Year-round, AHS leads the trails community in coming together to call on Congress to fund our nation’s trails through annual appropriations. The timely and adequate funding of the government is essential in ensuring public lands and trails have the resources required to provide the recreation, health and wellness, economic, and multitude of other benefits that these places provide. Thankfully, we finally have a year-long funding bill that has become law!
If everything goes according to schedule, Congress should pass, and the president sign into law, annual funding bills before the end of the fiscal year (FY) on September 30. Not surprisingly, this doesn’t always happen and the trend lately is for temporary funding to be passed until/if an annual funding bill can be agreed to. This is what we’ve seen for the last few years, and again for FY22. When this happens the federal land managers that oversee trails and public lands are limited in their ability to adequately manage and maintain these resources, which impacts all of us and can be seen through reduced staffing, the inability to plan long term trail maintenance projects, partner with the non-profit volunteer organizations that manage and maintain trails, and other activities that impact the user experience.
For over 45 years, American Hiking has called on Congress to fund our nation’s trails through annual appropriations. This occurs through events like Hike the Hill®, emails from hikers to their members of Congress, testimony to the key committees that set funding levels, and meetings with congressional offices from organizations across the country. It’s through this work, and your support, that we strive to grow and maintain the federal funding levels of trails.
Now that you know how we got here, we highlight below some of the funding that will benefit the trails community and public lands generally.
- Forest Service Trails Maintenance (to address annual maintenance needs) received an increase of $1M+. Collectively, the National Forests provide 159,000 miles of trails for activities ranging from hiking, biking, horseback riding, off-highway vehicle usage, groomed winter trails for cross-country skiing and snowmobiling, and access points for “river trails.” This trail system is increasingly popular and annual maintenance cannot keep pace with the growing demand due to stagnant and inadequate funding. Annual funding increases will help to address these needs for all users.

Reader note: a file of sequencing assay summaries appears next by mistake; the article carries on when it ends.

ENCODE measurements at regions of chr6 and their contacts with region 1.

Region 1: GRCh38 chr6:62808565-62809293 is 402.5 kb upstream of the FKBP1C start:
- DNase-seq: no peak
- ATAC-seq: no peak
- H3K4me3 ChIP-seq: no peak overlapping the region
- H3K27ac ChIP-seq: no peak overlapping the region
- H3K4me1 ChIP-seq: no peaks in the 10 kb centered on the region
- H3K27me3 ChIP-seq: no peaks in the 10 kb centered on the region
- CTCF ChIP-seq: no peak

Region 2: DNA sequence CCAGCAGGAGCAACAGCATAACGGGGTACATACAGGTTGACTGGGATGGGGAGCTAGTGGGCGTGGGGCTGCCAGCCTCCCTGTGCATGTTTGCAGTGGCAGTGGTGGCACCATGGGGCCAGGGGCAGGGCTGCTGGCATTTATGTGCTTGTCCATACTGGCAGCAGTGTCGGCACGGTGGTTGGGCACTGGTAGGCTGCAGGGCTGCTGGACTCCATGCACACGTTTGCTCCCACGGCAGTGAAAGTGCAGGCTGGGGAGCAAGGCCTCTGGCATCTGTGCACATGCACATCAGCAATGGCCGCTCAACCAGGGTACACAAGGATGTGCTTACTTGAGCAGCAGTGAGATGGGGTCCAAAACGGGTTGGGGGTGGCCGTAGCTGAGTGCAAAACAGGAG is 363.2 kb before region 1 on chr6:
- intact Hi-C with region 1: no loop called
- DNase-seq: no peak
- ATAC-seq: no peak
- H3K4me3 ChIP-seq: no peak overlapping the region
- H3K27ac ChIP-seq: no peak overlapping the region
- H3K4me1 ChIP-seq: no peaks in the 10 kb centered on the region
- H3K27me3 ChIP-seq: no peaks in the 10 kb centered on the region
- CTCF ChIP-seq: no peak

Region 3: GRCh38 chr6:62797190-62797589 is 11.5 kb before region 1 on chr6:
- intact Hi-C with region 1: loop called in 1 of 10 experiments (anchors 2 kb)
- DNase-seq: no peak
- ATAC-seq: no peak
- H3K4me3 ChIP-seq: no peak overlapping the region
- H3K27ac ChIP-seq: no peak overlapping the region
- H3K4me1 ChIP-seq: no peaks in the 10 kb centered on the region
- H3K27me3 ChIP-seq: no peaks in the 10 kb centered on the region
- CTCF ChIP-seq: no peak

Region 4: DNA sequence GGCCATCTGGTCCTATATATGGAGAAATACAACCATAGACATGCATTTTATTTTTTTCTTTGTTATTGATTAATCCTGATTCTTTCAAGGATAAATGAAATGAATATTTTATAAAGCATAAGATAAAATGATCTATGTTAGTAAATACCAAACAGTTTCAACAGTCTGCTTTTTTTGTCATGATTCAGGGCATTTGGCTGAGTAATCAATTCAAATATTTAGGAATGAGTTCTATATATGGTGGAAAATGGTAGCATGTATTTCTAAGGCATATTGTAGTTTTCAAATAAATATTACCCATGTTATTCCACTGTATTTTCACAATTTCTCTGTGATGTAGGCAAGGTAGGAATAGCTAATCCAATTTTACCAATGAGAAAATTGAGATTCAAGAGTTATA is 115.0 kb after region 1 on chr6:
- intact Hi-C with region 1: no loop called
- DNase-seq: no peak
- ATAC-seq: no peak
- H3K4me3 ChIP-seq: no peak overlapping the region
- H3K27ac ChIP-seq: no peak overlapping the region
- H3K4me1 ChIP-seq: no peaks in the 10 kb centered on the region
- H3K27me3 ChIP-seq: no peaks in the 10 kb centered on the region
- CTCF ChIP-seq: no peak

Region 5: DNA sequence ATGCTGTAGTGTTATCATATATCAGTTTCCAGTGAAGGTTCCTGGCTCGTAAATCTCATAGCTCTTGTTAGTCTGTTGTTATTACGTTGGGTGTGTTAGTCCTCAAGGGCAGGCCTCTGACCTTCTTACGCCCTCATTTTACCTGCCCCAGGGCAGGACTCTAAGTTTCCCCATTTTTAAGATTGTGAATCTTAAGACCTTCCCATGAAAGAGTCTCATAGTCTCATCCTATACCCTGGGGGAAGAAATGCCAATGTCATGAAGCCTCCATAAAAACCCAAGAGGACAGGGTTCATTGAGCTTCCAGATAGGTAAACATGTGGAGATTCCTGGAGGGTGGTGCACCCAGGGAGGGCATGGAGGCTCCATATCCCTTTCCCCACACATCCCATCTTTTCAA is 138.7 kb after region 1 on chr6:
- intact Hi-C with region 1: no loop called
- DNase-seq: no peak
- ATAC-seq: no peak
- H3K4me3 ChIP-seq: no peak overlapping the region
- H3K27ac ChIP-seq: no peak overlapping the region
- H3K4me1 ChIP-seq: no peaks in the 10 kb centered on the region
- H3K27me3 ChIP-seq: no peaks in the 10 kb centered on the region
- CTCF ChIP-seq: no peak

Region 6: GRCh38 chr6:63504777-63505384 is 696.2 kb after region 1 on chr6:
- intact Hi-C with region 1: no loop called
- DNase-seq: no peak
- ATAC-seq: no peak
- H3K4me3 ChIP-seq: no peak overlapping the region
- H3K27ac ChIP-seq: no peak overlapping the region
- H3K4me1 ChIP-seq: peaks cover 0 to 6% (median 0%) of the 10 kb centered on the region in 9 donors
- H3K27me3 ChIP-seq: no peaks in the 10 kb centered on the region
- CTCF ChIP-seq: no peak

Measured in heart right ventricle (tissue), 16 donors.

- Recreation, Heritage, & Wilderness programs funding in the Forest Service increased by $2.7M. National Forests and Grasslands provide a great diversity of outdoor recreational opportunities, connecting the American public with nature in an unmatched variety of settings and activities.
- Congress directed the Bureau of Land Management (BLM) to consider the creation of a dedicated account for funding trails. Currently, there isn’t a dedicated single source of funding for BLM trails and funding is pulled (often inconsistently year to year) to fund construction, maintenance, and management of trails. AHS, and the trails community have been advocating for this change for a few years and this will be a crucial tool as we continue to engage with BLM to make this change.
- National Trails System funding within the National Park Service will receive a funding increase of $1.6M+ to manage and maintain the 23 congressionally designated National Scenic and Historic Trails.
- Fish and Wildlife Service Visitor Services, which oversees all trails across wildlife refuge nationwide received $2.2M+ in additional funding.
- The Outdoor Recreation Legacy Partnership (ORLP) program within the Land and Water Conservation fund will receive $110M to create new parks, trails, playgrounds, and open spaces in communities across the country and help to address equity in outdoor access.
- The National Digital Trails project at the US Geological Survey will receive $850K in funding to provide critical information and research for our nation’s trails, including an online TRAILS tool to map potential new routes to increase trail connectivity, a nationwide digital trails database, and a mobile app.
As soon as the work is done for one year, the work for the next year is already beginning again! After wrapping up 2022 funding, the House of Representatives turned its attention to 2023. AHS submitted testimony on behalf of a diverse group of trail users to encourage the continued growth in funding for trails.
You can add your voice by sending an email to your Members of Congress asking them to support robust funding for trails in the Fiscal Year 2023 appropriations!
Want to do even more?
Submit the Trails Community’s FY23 Recommendations on your Member of Congress’ Website.
Background: House and Senate Offices provide their constituents (you or your trail organization) the opportunity to submit funding requests to include in their office’s recommendations provided to the appropriations committee. These requests help to shape what is included in the bill.
- Go to your Representative or Senators website (google or use Congress.gov to find website)
- On the member’s website, look for the Appropriations Request Form, which can usually be found at the top of the page in the dropdown menu (look for “Services”, “Helping You”, or constituent related tabs)
- If you can’t find the form, you can contact the office.
- Use this FY23 Trail Appropriations Funding Request Format, which should be in a similar format to the information being requested.
- If you are unsure of a request, leave it blank.